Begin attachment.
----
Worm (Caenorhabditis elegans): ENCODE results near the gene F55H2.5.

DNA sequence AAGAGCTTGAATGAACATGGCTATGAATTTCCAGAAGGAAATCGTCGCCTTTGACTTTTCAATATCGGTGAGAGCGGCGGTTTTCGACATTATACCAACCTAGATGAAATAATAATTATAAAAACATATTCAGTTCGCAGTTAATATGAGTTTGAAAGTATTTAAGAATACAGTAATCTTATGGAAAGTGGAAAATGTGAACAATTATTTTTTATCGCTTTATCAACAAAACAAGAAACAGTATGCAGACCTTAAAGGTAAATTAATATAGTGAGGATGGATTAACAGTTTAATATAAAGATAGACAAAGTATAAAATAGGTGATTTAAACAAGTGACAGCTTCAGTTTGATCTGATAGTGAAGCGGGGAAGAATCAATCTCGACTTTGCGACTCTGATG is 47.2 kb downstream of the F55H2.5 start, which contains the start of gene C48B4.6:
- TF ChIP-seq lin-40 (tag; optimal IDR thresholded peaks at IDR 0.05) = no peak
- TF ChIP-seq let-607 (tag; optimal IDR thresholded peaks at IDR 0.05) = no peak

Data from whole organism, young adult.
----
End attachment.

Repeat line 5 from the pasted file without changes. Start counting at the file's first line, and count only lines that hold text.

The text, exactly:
Data from whole organism, young adult.